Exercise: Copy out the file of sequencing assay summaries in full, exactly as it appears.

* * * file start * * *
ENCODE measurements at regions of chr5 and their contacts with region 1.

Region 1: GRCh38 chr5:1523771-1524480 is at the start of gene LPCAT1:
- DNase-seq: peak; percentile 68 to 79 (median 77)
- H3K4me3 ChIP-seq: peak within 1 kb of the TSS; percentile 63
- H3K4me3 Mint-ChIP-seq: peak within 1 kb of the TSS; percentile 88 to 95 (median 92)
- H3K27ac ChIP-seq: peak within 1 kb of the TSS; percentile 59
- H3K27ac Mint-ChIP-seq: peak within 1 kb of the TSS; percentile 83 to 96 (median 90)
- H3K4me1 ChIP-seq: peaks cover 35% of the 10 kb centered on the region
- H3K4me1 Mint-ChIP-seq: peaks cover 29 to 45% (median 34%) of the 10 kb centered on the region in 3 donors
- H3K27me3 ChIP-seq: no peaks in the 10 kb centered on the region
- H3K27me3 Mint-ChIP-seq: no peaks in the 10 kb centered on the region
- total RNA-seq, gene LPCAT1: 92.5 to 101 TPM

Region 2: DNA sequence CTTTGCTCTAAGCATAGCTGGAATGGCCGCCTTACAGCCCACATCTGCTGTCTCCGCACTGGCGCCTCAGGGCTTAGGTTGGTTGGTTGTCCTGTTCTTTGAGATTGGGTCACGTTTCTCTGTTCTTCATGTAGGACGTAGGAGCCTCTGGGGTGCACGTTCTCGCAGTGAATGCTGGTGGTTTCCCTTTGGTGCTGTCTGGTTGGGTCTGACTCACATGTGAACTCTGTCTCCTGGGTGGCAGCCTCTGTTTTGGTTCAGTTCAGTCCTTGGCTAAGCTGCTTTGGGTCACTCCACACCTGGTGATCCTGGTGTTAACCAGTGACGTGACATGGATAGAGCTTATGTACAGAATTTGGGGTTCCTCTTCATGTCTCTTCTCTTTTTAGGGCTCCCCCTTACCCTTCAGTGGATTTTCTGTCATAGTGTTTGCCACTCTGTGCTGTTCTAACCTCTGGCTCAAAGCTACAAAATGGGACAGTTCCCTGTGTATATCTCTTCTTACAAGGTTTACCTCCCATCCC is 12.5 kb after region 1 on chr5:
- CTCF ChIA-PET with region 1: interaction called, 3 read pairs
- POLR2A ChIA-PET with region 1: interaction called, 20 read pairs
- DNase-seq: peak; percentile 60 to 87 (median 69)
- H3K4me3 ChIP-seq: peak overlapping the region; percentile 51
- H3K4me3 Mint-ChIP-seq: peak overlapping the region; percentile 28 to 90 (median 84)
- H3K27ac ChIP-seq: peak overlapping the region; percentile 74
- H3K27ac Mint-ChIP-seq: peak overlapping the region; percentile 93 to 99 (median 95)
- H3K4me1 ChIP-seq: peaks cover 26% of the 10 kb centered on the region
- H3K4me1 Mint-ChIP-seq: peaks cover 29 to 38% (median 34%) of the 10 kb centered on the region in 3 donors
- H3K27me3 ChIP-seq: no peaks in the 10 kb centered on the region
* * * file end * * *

ENCODE measurements at regions of chr5 and their contacts with region 1.

Region 1: GRCh38 chr5:1523771-1524480 is at the start of gene LPCAT1:
- DNase-seq: peak; percentile 68 to 79 (median 77)
- H3K4me3 ChIP-seq: peak within 1 kb of the TSS; percentile 63
- H3K4me3 Mint-ChIP-seq: peak within 1 kb of the TSS; percentile 88 to 95 (median 92)
- H3K27ac ChIP-seq: peak within 1 kb of the TSS; percentile 59
- H3K27ac Mint-ChIP-seq: peak within 1 kb of the TSS; percentile 83 to 96 (median 90)
- H3K4me1 ChIP-seq: peaks cover 35% of the 10 kb centered on the region
- H3K4me1 Mint-ChIP-seq: peaks cover 29 to 45% (median 34%) of the 10 kb centered on the region in 3 donors
- H3K27me3 ChIP-seq: no peaks in the 10 kb centered on the region
- H3K27me3 Mint-ChIP-seq: no peaks in the 10 kb centered on the region
- total RNA-seq, gene LPCAT1: 92.5 to 101 TPM

Region 2: DNA sequence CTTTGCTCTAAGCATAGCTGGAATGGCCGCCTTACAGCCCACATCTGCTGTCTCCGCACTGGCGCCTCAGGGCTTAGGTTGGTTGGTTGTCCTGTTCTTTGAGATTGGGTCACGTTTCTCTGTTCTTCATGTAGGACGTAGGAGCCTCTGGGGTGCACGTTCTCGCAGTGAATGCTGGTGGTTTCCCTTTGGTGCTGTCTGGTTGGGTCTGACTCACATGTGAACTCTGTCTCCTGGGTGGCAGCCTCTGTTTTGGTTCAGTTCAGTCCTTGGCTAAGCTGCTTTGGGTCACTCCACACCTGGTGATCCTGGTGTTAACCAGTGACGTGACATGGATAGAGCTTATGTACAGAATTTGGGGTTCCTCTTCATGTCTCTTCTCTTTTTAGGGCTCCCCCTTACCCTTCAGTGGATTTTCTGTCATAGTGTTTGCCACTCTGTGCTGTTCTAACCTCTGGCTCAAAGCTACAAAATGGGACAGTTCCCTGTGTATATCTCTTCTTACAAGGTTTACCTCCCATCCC is 12.5 kb after region 1 on chr5:
- CTCF ChIA-PET with region 1: interaction called, 3 read pairs
- POLR2A ChIA-PET with region 1: interaction called, 20 read pairs
- DNase-seq: peak; percentile 60 to 87 (median 69)
- H3K4me3 ChIP-seq: peak overlapping the region; percentile 51
- H3K4me3 Mint-ChIP-seq: peak overlapping the region; percentile 28 to 90 (median 84)
- H3K27ac ChIP-seq: peak overlapping the region; percentile 74
- H3K27ac Mint-ChIP-seq: peak overlapping the region; percentile 93 to 99 (median 95)
- H3K4me1 ChIP-seq: peaks cover 26% of the 10 kb centered on the region
- H3K4me1 Mint-ChIP-seq: peaks cover 29 to 38% (median 34%) of the 10 kb centered on the region in 3 donors
- H3K27me3 ChIP-seq: no peaks in the 10 kb centered on the region